English Department Gives Teaching Excellence Awards for 2019
The Department of English recently awarded its Teaching Excellence Awards for 2019 to Sharon Fox, Jim Gamble, Laura Gray and Casey Kayser.
All four were given awards to acknowledge that they are providing outstanding instruction to Department of English students.
Graduate instructor Sharon Fox's teaching areas of interest are 19th-century literature and gender studies, and she especially enjoys the opportunity to meld the two.
"The 'Victorian Masculinities' course I taught a few semesters ago was a distinct pleasure to share," she said.
Fox also works in the area of adaptation in literature, and this semester she has been excited to have the opportunity to teach a "Pride and Prejudice and Adaptation" special topics course for the Department of English. Fox likewise is drawn to teaching all areas of writing, whether composition or technical writing, because she sees writing as a valuable skill to be passed on.
"The University of Arkansas has offered me so many opportunities to stretch myself as a teacher," Fox said.
Instructor Jim Gamble became a teacher because of the kindness and encouragement of his own teachers from elementary school through his doctoral program.
"I try to pass forward what was passed to me," he said.
He teaches both composition and world literature courses for the Department of English. For reading assignments, Gamble directs his students to ask many questions and consider a range of components, such as how mythical elements in pieces of world literature can be related to other readings, other courses, or the lives of the students themselves. He discourages his students from looking for hidden meanings and emphasizes to them that writing gets better with rewriting.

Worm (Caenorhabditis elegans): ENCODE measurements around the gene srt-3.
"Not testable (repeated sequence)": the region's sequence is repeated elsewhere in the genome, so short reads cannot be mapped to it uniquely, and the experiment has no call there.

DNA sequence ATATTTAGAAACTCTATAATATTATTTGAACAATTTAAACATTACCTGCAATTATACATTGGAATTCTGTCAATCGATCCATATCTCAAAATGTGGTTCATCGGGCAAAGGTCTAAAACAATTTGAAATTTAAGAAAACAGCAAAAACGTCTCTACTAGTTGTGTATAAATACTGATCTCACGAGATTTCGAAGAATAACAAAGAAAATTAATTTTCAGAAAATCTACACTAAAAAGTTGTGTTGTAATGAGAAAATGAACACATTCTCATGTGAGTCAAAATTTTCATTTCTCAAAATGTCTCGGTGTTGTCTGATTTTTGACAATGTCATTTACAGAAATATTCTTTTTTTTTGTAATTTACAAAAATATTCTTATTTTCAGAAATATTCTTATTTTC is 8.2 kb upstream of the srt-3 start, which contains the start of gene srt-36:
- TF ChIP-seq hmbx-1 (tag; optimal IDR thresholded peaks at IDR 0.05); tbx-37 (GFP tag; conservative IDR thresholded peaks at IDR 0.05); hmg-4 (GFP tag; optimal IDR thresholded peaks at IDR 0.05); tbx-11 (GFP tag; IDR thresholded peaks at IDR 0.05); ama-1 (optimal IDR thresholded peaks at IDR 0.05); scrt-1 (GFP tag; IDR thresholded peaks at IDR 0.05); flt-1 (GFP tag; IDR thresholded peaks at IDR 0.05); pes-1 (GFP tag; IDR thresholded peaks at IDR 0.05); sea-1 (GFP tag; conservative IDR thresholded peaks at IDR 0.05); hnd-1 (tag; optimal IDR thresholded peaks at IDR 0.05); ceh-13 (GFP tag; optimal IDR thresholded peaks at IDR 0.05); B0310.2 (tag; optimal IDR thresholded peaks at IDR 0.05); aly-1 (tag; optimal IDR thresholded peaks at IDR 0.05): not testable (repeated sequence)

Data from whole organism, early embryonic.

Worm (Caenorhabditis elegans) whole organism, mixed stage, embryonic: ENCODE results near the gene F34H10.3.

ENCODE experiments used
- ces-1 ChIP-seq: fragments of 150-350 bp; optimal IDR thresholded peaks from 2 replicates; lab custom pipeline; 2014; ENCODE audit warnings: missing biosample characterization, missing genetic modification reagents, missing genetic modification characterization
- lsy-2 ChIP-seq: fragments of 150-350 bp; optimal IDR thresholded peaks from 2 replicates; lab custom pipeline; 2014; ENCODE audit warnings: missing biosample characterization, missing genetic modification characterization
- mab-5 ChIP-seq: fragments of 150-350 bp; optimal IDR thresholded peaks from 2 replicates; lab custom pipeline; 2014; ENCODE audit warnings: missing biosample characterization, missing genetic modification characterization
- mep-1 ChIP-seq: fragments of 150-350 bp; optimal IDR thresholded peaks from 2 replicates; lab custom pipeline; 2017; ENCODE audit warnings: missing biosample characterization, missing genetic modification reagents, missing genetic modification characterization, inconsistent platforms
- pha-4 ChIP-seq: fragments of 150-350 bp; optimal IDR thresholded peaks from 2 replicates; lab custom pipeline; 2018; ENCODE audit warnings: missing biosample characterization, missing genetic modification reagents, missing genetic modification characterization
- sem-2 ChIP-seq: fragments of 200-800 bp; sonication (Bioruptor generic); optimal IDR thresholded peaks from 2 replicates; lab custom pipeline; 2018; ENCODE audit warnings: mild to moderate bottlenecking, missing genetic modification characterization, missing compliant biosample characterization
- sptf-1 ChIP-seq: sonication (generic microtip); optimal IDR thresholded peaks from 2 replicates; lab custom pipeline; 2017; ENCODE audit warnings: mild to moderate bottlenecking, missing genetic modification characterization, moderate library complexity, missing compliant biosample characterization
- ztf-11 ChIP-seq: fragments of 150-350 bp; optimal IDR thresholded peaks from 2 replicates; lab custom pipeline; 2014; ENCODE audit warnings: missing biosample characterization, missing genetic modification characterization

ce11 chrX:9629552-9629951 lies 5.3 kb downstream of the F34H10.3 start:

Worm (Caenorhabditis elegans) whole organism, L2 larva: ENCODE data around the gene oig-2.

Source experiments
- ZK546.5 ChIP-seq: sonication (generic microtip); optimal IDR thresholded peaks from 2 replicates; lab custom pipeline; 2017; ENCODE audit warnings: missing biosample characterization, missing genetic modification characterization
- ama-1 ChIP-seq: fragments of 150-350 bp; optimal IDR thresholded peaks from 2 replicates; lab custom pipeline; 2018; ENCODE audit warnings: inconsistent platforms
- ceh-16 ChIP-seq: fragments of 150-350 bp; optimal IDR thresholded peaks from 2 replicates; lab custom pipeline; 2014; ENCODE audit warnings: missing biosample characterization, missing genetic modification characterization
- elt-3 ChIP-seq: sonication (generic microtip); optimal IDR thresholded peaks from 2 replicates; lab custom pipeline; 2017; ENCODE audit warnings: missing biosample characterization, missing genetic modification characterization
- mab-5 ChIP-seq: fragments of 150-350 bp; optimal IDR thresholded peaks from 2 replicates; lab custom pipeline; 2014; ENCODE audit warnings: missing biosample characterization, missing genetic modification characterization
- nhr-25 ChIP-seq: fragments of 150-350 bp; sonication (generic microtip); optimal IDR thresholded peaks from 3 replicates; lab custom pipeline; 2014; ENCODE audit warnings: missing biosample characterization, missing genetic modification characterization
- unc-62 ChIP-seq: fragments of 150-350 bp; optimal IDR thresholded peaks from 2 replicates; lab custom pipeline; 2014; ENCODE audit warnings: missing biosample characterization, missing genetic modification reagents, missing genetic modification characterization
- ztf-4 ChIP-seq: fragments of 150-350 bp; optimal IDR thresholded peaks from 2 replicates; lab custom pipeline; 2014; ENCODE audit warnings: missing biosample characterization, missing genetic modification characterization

"Learning never stops," Gamble said.
To create academically meaningful assignments that can reach across disciplines to strengthen students' empathic understanding, instructor Laura Gray develops a curriculum that incorporates peer-learning, solution-based work and primary research.
In her "Technical and Report Writing" course, for example, Gray and her students identify global issues related to the students' academic areas that they can then address within the community. The class likewise discusses strategies and models for the written products that these issues create.
"We work together to dissect points of view, to consider unintended consequences and to challenge ways to find relevant resources and information," Gray said.
In doing so, her students practice awareness of the interconnectedness of resources and community members affected by the issues. Her students also identify change-makers who might benefit from the perspectives and research the students can provide.
Professor Casey Kayser has teaching interests in twentieth-century American and southern literature and drama; medical humanities; folklore; popular culture; and gender studies. Her teaching is also strongly informed by the principles of service-learning and community engagement.
In addition to teaching literature courses, she teaches courses in the area of medical humanities and helps coordinate the Health Coaches program, a sequence of service-learning courses for pre-health students, in partnership with an interdisciplinary group of university faculty and a team of healthcare professionals at Washington Regional Medical Center.
"It's very rewarding for me to share literature and reflective writing with future healthcare professionals," Kayser said. "In my courses, I hope to give students the tools they'll need in their careers, ones which will help them analyze patients, write meaningful case histories or reflect on their own journeys, and ultimately, practice more compassionate medicine."
For more information, please visit the Department of English online.
Leigh Sparks, assistant director of graduate programs
Department of English
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